"The U.S. Food and Drug Administration today approved three new related products for use with diet and exercise to improve blood sugar control in adults with type 2 diabetes: Nesina (alogliptin) tablets, Kazano (alogliptin and metformin hydrochlor"...
Clinical Studies Experience
In a U.S. double-blind clinical study of metformin in patients with type 2 diabetes, a total of 141 patients received metformin therapy (up to 2550 mg per day) and 145 patients received placebo. Adverse reactions reported in greater than 5% of the metformin patients, and that were more common in metformin- than placebo-treated patients, are listed in Table 1.
Table 1: Most Common Adverse Reactions ( > 5.0
Percent) in a Placebo-Controlled Clinical Study of Metformin Monotherapy*
|Adverse Reaction||Metformin Monotherapy
(n = 141)
(n = 145)
|% of patients|
|*-Reactions that were more common in metformin-than placebo-treated patients.|
Diarrhea led to discontinuation of study medication in 6% of patients treated with metformin. Additionally, the following adverse reactions were reported in ≥ 1.0 to ≤ 5.0% of metformin patients and were more commonly reported with metformin than placebo: abnormal stools, hypoglycemia, myalgia, lightheaded, dyspnea, nail disorder, rash, sweating increased, taste disorder, chest discomfort, chills, flu syndrome, flushing, palpitation.
In clinical trials with metformin in pediatric patients with type 2 diabetes, the profile of adverse reactions was similar to that observed in adults.
Read the Riomet (metformin hcl) Side Effects Center for a complete guide to possible side effects
In a single-dose interaction study in type 2 diabetes patients, co-administration of metformin and glyburide did not result in any changes in either metformin pharmacokinetics or pharmacodynamics. Decreases in glyburide AUC and Cmax were observed, but were highly variable. The single-dose nature of this study and the lack of correlation between glyburide blood levels and pharmacodynamic effects, makes the clinical significance of this interaction uncertain [see DOSAGE AND ADMINISTRATION].
A single-dose, metformin-furosemide drug interaction study in healthy subjects demonstrated that pharmacokinetic parameters of both compounds were affected by co-administration. Furosemide increased the metformin plasma and blood Cmax by 22% and blood AUC by 15%, without any significant change in metformin renal clearance. When administered with metformin, the Cmax and AUC of furosemide were 31% and 12% smaller, respectively, than when administered alone, and the terminal half-life was decreased by 32%, without any significant change in furosemide renal clearance. No information is available about the interaction of metformin and furosemide when co-administered chronically.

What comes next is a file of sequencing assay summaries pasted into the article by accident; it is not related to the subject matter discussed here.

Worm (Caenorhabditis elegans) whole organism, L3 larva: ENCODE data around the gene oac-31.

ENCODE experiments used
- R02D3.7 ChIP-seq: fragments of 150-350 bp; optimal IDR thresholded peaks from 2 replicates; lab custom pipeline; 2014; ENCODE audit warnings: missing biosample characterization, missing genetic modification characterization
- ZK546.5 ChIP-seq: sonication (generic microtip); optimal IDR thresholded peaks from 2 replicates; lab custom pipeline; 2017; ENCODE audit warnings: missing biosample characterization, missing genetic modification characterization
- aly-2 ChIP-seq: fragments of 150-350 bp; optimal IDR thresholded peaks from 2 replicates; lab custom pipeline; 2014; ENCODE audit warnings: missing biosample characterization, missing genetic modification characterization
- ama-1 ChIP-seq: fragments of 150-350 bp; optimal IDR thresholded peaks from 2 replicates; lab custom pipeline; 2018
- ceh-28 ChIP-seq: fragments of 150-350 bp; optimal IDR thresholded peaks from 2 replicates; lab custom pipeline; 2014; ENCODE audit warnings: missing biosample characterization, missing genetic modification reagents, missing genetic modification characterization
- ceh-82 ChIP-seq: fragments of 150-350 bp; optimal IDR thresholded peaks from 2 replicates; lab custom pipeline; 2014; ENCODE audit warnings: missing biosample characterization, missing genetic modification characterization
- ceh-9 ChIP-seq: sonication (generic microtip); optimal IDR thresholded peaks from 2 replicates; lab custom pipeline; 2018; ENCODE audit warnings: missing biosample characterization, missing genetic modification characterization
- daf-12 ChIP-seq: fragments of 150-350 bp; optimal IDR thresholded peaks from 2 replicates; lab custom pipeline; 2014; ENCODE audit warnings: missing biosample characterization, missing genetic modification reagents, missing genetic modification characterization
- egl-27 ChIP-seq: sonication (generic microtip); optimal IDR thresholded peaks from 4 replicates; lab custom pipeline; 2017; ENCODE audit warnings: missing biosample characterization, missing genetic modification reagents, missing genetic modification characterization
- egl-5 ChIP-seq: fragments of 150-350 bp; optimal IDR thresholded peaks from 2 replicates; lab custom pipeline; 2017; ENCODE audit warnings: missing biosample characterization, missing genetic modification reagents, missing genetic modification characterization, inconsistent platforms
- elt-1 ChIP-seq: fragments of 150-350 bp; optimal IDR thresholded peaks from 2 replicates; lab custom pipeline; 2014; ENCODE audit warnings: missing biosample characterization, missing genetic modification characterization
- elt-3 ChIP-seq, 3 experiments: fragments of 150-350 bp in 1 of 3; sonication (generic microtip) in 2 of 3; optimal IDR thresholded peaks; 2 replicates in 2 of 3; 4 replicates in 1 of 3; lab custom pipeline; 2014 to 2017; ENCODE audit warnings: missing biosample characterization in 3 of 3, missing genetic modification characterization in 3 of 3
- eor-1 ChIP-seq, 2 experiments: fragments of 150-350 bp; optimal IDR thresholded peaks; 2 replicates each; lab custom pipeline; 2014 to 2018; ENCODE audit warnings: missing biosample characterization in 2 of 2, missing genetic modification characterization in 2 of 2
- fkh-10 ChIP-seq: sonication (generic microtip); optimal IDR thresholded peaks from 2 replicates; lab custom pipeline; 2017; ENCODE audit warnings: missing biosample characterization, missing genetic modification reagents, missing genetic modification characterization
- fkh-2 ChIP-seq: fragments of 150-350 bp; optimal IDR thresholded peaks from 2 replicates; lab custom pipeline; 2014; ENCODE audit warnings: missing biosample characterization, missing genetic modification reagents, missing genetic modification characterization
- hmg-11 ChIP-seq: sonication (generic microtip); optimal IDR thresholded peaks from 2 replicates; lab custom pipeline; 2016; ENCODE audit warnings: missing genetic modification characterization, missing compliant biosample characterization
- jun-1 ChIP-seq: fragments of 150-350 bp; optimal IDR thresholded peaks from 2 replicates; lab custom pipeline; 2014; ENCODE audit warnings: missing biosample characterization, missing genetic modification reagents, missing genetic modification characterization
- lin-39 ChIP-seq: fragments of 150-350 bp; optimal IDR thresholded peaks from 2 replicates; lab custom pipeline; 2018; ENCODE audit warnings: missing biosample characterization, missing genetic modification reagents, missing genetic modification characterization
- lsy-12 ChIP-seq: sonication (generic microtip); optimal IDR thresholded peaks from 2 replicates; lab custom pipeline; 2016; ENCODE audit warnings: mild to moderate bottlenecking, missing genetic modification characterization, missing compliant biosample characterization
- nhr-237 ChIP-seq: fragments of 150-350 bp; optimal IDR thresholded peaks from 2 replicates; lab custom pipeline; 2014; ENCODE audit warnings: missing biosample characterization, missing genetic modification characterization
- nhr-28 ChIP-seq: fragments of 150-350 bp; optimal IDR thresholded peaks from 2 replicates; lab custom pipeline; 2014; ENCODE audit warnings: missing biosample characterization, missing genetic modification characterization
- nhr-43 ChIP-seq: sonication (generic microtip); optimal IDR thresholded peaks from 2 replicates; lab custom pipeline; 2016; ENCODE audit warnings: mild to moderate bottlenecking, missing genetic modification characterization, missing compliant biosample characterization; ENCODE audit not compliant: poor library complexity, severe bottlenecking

A single-dose, metformin-nifedipine drug interaction study in normal healthy volunteers demonstrated that co-administration of nifedipine increased plasma metformin Cmax and AUC by 20% and 9%, respectively, and increased the amount excreted in the urine. Tmax and half-life were unaffected. Nifedipine appears to enhance the absorption of metformin. Metformin had minimal effects on nifedipine.
Cationic drugs (e.g., amiloride, digoxin, morphine, procainamide, quinidine, quinine, ranitidine, triamterene, trimethoprim, or vancomycin) that are eliminated by renal tubular secretion theoretically have the potential for interaction with metformin by competing for common renal tubular transport systems. Such interaction between metformin and oral cimetidine has been observed in normal healthy volunteers in both single-and multiple-dose, metformin-cimetidine drug interaction studies, with a 60% increase in peak metformin plasma and whole blood concentrations and a 40% increase in plasma and whole blood metformin AUC. There was no change in elimination half-life in the single-dose study. Metformin had no effect on cimetidine pharmacokinetics. Although such interactions remain theoretical (except for cimetidine), careful patient monitoring and dose adjustment of Riomet and/or the interfering drug is recommended in patients who are taking cationic medications that are excreted via the proximal renal tubular secretory system.
Certain drugs tend to produce hyperglycemia and may lead to loss of glycemic control. These drugs include the thiazides and other diuretics, corticosteroids, phenothiazines, thyroid products, estrogens, oral contraceptives, phenytoin, nicotinic acid, sympathomimetics, calcium channel blocking drugs, and isoniazid. When such drugs are administered to a patient receiving Riomet, the patient should be closely observed for loss of blood glucose control. When such drugs are withdrawn from a patient receiving Riomet, the patient should be observed closely for hypoglycemia.
In healthy volunteers, the pharmacokinetics of metformin and propranolol, and metformin and ibuprofen were not affected when co-administered in single-dose interaction studies.
Metformin is negligibly bound to plasma proteins and is, therefore, less likely to interact with highly protein-bound drugs such as salicylates, sulfonamides, chloramphenicol, and probenecid, as compared to the sulfonylureas, which are extensively bound to serum proteins.
Read the Riomet Drug Interactions Center for a complete guide to possible interactions
Last reviewed on RxList: 9/24/2014
This monograph has been modified to include the generic and brand name in many instances.
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